In case you haven't seen it yet, here's a direct link to the Mary Jo Foley column on FoxPro.
Send her an email with your thoughts.
There's not a lot of new news in the article - what's more interesting is that a journalist is covering it with the attitude of "maybe Microsoft sees that not everything is a DotNet world". Funny, because I think most FoxPro developers see Microsoft's attitude as being the opposite, despite the ongoing efforts but kudos to M-J for the article and the possible follow-ups it may generate.
Let's make no bones about Sedna though: it's about making FoxPro play nicer in the DotNet and Vista sandbox. You can easily tell a bunch of VB developers to recompile their COM component in VS and now it's a DotNet piece. You can't say that to FoxPro developers because there's no upgrade path so for those developers who believe that "COM is the answer" (a mantra by Microsoft prior to DotNet) and are now stuck in DLL version hell.
I think with the Sedna initiative, they are trying to show an openness and possible support for future development. A few years ago, expecting MS to open the Office file formats would have been considered sacrilege - now it's happening. As she notes in the article, the success of Ajax is forcing MS to re-evaluate "smart-client or nothing" approach (I'm currently taking a course on Smart client so I'll report back on that in a separate post).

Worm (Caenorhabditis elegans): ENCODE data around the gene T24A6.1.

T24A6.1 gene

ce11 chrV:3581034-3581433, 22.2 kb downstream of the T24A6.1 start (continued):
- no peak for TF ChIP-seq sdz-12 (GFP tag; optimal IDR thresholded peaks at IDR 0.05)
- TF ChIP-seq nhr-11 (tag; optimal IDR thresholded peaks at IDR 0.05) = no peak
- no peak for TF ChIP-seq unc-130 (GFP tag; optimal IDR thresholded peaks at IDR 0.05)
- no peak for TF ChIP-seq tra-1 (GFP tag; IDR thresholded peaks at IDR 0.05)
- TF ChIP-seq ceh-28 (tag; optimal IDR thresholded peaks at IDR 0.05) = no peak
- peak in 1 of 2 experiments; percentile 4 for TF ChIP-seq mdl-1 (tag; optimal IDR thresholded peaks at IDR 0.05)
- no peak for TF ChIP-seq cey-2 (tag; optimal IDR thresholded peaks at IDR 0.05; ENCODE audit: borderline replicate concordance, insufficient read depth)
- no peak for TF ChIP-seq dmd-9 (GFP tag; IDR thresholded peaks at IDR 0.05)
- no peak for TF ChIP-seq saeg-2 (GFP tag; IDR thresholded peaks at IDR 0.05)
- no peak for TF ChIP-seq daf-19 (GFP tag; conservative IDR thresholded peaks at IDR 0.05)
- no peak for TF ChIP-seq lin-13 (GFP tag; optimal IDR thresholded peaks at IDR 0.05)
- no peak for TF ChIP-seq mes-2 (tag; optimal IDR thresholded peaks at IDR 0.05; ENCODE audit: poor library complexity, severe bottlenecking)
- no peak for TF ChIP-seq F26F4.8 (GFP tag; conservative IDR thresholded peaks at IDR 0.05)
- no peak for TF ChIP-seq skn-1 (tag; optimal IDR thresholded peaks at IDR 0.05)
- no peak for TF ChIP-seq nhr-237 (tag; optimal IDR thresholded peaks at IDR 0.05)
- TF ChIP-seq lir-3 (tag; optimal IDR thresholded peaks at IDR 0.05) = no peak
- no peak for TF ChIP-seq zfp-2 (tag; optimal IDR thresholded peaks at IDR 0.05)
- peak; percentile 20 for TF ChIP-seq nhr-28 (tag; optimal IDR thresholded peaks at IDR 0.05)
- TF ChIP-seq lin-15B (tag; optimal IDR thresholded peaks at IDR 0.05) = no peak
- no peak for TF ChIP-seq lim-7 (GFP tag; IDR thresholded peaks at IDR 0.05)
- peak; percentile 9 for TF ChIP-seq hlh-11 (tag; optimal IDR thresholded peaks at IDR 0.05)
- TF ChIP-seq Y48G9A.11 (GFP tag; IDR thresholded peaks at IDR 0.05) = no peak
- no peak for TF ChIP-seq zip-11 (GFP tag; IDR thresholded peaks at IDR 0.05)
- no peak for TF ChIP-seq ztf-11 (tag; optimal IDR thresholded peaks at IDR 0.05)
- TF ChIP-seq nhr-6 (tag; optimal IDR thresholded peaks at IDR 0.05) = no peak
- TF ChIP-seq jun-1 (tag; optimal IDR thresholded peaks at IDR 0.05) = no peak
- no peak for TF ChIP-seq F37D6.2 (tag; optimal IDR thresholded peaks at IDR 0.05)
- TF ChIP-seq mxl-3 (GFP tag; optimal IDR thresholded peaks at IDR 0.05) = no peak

Does Microsoft have bigger things in mind for FoxPro? I think Ken's words on the Fox show were not "no" but "not at this time" and as we've seen, things have a way of changing. Want to enforce change? Get involved in the SednaX projects (Craig et al - are you guys simply doing it all or going to provide templates for how you want it done?)
Now then, as to the comment "less than sexy database tool"? What is "sexy" about a database tool? Is it the interface design tools? Is it the applications that you can build with it? After seeing a demo on DABO, I'm beginning to think that the reason FoxPro is considered "less than sexy" is because developers treat most of these applications as "data entry" applications. You're not building data entry applications - you're building BUSINESS applications.
Excel made number-crunching sexy - it didn't mean spreadsheets sexy though. It's what you can do with it. Look at Basecamp - project management can be boring - but it made it exciting by inviting everyone to see it. Microsoft would do well to make MS Project a more community based tool (Project Central just didn't do it right) just like BaseCamp.
The FoxTeam has shown with stuff like the Task Pane and Project Environment that you can make a cool looking interface with a typical application. That's where developers should be jumping to. As long as we show a boring "data entry" application when someone says "what can you do with FoxPro?" - then it will always be considered less than sexy.
Make it exciting - make your users excited - make the managers excited - make everyone excited about your product. That's not Microsoft's job - as the developer, that's mine and yours.